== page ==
Contributed Content and Thought Leadership: Two Ingredients for Great Media Coverage

Creative business corporate work concept: tablet computer PC, modern black glossy touchscreen smartphone with news internet web site, stack of newspapers, cup or mug of fresh coffee and metal ballpoint pen on wooden office table

Marketers are often on the lookout for opportunities for free publicity, and why not? Marketing can be expensive, and it’s hard to beat free when it comes to getting bang for your buck. While some businesses have found success in outlandish publicity stunts, we certainly don’t recommend such a dramatic approach, especially for those working in more conservative industries—e.g. healthcare, financial services, etc., where so much of the organization’s focus relies on promoting an image of safety and responsibility. However, that doesn’t mean that there aren’t still opportunities for free or inexpensive publicity, even in super conservative organizations. Here are a few tips we and our clients have had steady success with:

Go Where the Journalists Are Looking

If you’re looking for media exposure that is not necessarily local, use tools like ProfNet and HARO to learn about reporter, editor and producer needs at a wide range of publications and media outlets.

When responding make sure that you:

1) Think carefully about the value you can provide the media outlet’s audience and craft your response based on their needs

2) Be very detailed in your response; journalists will often pull information directly from your response.

Offer Contributed Content

Consider offering contributed content – content that you write and which will appear with your byline and a reference to your organization – to media outlets. Not only is there no cost associated with this, aside from the time to write the piece or what you might pay a freelancer to do it for you, but an added benefit is that this type of exposure can help boost the thought leadership of your organization and its professionals—and drive traffic to your website.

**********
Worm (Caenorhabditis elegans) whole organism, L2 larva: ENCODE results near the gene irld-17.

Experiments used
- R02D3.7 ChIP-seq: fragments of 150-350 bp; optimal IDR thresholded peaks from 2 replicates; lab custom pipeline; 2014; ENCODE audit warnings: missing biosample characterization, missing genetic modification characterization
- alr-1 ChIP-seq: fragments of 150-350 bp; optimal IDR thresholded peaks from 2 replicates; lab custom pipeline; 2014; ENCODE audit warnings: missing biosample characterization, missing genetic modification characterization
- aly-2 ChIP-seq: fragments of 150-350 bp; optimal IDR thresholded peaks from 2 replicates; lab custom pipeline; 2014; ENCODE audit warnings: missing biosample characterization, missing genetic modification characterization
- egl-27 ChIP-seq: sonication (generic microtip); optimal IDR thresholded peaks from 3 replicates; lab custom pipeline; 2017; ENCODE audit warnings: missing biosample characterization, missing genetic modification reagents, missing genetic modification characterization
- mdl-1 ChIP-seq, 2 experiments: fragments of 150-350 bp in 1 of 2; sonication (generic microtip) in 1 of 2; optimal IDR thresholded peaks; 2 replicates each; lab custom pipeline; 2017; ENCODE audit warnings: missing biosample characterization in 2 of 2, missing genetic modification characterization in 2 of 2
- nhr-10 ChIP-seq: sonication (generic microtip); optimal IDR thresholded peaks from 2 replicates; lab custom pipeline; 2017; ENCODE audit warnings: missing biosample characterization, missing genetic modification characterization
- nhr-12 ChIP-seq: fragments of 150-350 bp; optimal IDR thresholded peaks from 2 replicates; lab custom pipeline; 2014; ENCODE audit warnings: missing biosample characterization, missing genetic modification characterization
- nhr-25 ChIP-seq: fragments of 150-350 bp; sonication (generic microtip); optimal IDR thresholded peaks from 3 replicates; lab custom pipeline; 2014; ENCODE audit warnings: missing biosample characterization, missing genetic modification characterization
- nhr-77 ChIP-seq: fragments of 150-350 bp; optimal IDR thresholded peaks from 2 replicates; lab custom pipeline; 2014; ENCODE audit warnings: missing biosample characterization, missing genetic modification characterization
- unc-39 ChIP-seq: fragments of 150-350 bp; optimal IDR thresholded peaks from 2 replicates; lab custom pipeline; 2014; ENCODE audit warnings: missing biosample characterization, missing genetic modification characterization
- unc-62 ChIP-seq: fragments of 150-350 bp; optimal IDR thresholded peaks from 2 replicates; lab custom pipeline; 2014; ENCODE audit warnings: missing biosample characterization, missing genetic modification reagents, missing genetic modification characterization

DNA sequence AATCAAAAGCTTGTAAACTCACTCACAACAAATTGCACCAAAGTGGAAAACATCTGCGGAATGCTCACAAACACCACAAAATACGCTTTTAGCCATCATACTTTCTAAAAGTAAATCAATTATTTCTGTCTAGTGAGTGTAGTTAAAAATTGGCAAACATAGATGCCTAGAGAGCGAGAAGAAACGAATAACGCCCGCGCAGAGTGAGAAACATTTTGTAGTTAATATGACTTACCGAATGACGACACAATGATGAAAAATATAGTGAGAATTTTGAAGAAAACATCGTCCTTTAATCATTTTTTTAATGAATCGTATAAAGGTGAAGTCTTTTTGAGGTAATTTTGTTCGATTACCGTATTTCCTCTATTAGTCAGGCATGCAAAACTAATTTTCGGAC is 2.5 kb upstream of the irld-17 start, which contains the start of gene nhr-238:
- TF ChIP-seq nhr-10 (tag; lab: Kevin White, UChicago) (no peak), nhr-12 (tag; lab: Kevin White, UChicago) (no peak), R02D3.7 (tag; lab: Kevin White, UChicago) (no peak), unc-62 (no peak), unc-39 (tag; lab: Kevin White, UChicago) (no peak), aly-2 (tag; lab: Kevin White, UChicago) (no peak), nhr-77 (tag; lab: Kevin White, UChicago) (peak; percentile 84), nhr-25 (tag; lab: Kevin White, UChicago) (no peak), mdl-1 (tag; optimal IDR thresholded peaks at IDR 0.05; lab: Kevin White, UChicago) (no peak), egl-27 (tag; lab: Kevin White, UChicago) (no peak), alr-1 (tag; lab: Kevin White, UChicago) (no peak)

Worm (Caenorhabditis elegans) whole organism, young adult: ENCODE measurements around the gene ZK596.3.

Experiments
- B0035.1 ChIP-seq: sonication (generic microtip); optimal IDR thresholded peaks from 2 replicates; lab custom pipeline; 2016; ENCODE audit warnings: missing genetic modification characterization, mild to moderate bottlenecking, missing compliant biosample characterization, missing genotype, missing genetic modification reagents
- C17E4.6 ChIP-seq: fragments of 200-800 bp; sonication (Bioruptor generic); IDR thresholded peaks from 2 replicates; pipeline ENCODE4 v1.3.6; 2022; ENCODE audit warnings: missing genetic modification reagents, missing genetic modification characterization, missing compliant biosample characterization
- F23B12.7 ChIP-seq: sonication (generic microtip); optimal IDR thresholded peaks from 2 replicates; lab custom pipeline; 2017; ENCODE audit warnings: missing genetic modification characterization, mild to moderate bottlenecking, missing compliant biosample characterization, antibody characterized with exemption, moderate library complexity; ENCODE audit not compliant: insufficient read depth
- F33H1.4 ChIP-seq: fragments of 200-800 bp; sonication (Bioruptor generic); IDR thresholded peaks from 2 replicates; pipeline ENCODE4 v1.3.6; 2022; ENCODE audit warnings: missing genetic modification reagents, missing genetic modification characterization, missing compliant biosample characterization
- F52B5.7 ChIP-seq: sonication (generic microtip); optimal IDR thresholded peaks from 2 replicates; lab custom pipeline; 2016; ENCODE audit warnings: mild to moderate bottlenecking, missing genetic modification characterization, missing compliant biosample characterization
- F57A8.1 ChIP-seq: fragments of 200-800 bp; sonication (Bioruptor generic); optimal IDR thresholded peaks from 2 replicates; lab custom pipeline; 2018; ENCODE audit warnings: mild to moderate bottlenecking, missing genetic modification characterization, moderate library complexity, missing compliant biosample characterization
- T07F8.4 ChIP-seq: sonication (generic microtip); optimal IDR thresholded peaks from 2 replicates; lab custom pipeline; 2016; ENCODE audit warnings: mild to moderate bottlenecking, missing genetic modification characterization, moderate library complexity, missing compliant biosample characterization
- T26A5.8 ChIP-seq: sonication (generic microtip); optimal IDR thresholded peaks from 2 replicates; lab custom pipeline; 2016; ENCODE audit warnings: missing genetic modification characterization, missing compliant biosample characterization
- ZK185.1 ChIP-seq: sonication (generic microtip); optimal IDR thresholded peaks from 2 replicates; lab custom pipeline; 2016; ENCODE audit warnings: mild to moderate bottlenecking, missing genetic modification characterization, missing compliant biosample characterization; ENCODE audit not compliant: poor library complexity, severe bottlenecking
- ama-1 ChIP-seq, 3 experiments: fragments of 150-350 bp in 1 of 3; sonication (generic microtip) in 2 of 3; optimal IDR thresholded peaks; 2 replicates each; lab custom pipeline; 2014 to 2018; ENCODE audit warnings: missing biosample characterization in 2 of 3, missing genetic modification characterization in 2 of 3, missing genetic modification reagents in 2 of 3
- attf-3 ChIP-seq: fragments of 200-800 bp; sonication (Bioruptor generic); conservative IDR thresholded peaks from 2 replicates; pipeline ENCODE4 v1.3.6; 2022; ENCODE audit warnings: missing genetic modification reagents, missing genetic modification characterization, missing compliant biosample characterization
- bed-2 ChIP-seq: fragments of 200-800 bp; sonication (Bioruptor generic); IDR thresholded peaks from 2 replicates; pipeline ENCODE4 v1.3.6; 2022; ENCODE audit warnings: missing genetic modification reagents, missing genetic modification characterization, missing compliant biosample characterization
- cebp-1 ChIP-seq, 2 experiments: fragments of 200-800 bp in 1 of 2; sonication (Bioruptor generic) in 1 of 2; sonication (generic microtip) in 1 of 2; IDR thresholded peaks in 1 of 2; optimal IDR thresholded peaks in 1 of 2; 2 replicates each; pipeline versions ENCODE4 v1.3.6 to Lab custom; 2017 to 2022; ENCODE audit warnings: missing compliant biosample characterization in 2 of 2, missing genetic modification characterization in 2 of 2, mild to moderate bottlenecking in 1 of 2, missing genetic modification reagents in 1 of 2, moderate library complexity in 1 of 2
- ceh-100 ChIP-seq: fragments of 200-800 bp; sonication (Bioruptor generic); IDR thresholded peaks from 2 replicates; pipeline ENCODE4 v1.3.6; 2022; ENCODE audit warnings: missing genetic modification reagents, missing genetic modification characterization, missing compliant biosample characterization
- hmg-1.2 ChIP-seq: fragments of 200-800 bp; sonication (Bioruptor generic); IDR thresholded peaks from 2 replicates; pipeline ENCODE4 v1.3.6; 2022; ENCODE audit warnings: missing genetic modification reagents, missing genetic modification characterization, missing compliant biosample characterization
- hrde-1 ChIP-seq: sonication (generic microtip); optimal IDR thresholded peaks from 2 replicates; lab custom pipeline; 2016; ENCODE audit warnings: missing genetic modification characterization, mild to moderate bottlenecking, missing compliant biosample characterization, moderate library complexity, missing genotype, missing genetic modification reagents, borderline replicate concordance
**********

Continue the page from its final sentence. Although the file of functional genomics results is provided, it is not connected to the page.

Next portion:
Focus on Thought Leadership

Develop a reputation as a trusted go-to source by providing high quality, relevant, non-promotional materials; being timely in your responses and follow-through and not badgering the journalists with constant emails seeking information, asking for links to the published material (you can Google and find it yourself if they don’t automatically do this) or asking to see the piece prior to publication. When reporters learn they can trust you to deliver quality input they’ll reach out to you when they’re working on pieces that fall into your area of expertise.

The next time you’re putting together your marketing goals for the year and evaluating how they mesh with your available budget, think about some of the opportunities that exist for free or inexpensive publicity. You might find you can achieve more for less simply by being a little creative—but always on point!

Recommended Reading:

The Everything Guide to Customer Engagement

Best Practices in Influencer Marketing

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